# What would happen to the universe if dark energy started "disappearing"?

Terribly naive question, I know. Obviously, not simply "disappearing", but if it could, theoretically, be absorbed or "used" somehow, what would happen to the universe? Would it stop expanding, would it cause chaos, what? Also, please be gentle, I'm just a science fiction nerd asking the real experts here. Would love to be educated rather than chastised.

• Gravity would take over, the universe will shrink, and everything will eventually end with a Big Crunch Commented Jan 10, 2015 at 1:47
• I think it could be calculated by using the Friedman-model in this point, but without the gravitational constant. Afaik, there weren't big crunch, only the expansion of the universe changed back to deceleration again. Commented Jan 10, 2015 at 1:53
• Anyways, your question is imho good, so you got an up. Commented Jan 10, 2015 at 1:56
• @PeterHorvath, energy from where? On cosmological scales I am only aware of Dark Energy and Gravity operating. Commented Jan 10, 2015 at 1:57
• @PhotonicBoom Gravity would not take over. The matter density presently in the universe is insufficient to bring everything back together in a big crunch. In fact it would continue to expand almost at its present rate. Commented Jan 10, 2015 at 15:01

If we take the present-day universe, adopt the so-called concordance cosmology, or Lambda-CDM model, accept GR and the Robertson-Walker metric, but then allow the dark energy content to be suddenly zero, then the universe will no longer be flat. Instead it will have an open geometry and the energy density within it would be dominated by dark matter. However, this energy density would have insufficient gravitational influence to halt the current expansion. As the density universe get bigger, the density falls and the influence of gravity becomes even weaker.

$\Omega_M \simeq 0.32$, where $\Omega_M$ is defined as the ratio of the matter density to that required in order to make the universe flat. Thus, although the expansion would decelerate, matter (including dark matter) is short by a factor of three of being able to halt the expansion at any point in the future. Only if $\Omega_M \geq 1$ does the expansion come to a halt. These solutions were explored by Friedmann in 1922. The plot below (taken from this wikipedia page) shows solutions with $\Omega_M = 0.3$, which can be contrasted with the concordance model of $\Omega_M \simeq 0.3$, $\Omega_{\Lambda} \simeq 0.7$, which is also shown as an accelerating expansion.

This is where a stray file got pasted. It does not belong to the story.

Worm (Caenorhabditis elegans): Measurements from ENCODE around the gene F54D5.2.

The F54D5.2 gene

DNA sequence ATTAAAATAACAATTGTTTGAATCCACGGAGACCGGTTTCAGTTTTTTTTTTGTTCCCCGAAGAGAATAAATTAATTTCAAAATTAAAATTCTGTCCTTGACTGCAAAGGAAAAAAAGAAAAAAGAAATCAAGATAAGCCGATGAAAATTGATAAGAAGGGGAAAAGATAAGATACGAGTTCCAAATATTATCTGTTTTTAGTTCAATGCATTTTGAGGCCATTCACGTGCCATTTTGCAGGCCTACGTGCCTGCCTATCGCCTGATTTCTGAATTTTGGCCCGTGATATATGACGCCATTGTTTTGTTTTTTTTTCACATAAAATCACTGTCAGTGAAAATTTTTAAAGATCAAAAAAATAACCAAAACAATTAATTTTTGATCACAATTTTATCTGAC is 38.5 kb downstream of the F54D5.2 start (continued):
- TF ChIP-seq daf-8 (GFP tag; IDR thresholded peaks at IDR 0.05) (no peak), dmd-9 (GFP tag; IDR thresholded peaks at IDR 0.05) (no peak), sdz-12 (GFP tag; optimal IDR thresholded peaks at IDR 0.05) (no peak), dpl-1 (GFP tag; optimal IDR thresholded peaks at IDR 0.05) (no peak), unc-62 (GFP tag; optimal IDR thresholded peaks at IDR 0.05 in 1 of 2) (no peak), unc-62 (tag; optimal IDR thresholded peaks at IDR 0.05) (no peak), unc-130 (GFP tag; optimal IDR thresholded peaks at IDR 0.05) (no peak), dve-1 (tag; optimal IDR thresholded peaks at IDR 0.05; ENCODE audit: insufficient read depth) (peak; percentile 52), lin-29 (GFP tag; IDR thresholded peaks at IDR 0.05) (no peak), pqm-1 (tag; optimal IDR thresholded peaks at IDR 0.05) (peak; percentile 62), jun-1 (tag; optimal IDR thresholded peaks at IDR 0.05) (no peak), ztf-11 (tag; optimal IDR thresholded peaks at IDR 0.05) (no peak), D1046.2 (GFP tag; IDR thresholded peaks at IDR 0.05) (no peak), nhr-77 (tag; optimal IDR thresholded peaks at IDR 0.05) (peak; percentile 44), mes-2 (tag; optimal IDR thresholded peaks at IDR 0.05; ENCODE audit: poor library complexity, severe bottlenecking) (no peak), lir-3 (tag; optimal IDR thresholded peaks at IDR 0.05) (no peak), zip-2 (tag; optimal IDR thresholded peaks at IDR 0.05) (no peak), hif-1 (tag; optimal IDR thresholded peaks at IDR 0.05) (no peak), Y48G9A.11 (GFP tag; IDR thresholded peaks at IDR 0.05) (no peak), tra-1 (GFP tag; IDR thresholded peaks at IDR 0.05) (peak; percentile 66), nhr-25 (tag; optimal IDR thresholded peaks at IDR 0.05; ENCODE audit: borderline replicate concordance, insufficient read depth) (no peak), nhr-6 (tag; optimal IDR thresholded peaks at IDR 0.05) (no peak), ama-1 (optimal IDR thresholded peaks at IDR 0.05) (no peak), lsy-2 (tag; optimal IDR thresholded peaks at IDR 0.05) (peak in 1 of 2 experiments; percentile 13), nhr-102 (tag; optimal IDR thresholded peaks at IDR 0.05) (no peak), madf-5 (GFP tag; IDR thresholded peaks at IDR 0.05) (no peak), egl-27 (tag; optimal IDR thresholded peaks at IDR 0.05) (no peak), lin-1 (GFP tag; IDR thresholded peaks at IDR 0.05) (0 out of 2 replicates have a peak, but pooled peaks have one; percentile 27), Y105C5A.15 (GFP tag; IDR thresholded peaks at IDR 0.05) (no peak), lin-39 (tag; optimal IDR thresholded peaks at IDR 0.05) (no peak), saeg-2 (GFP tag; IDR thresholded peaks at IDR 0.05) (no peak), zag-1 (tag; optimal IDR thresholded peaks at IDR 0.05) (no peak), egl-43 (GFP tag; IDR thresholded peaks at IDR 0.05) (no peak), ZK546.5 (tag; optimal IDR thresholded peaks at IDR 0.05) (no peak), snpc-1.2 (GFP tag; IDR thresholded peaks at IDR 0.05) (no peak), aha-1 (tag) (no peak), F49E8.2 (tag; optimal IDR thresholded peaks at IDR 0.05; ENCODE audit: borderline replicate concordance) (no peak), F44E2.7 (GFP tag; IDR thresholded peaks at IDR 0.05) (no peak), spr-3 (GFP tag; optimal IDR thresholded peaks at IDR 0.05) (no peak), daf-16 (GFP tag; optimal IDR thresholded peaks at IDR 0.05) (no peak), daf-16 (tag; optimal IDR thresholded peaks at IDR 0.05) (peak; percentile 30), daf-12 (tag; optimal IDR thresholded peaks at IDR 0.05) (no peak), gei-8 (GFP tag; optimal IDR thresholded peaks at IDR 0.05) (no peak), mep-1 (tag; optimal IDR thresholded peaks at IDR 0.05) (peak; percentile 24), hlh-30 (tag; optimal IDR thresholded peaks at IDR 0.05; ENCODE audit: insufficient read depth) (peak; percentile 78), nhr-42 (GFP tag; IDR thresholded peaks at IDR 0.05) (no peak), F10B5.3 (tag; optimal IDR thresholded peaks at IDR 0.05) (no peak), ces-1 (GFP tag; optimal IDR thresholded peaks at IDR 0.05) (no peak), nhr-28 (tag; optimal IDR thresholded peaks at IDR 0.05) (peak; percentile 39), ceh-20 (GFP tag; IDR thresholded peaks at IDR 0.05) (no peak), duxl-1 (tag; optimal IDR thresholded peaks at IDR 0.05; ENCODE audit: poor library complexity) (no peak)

To give any other answer would require you to be a bit more definite on what you mean by "not simply disappearing".

• How can the expansion decelerate without eventually halting? I don't understand this bit. However weak gravity is, if there is deceleration, wouldn't the universe eventually roll back on itself? It might take forever, but isn't this statement true? If so you might want to expand on it a bit! Commented Jan 10, 2015 at 15:07
• @PhotonicBoom Because the deceleration decreases with time as the density of the universe decreases. i.e. if $\Omega_M < 1$ now, then it will be even smaller in the future. I'll add a picture. Commented Jan 10, 2015 at 15:11
• @PhotonicBoom does $\frac{1}{x^3}$ ever reach zero? Same thing with rate of expansion
– Jim
Commented Jan 10, 2015 at 15:22
• @RobJeffries, I see. I stand corrected. +1 Commented Jan 10, 2015 at 15:28
• @RobJeffries - Thank you for answering! So just so I understand fully here, nothing can really stop the universe from expanding even with less dark energy? Ratio of matter density would have to be greater than 1 which it is not (btw, what exactly does this mean, master density? quantity, volume, how much other matter there is i.e real matter?) Commented Jan 10, 2015 at 19:10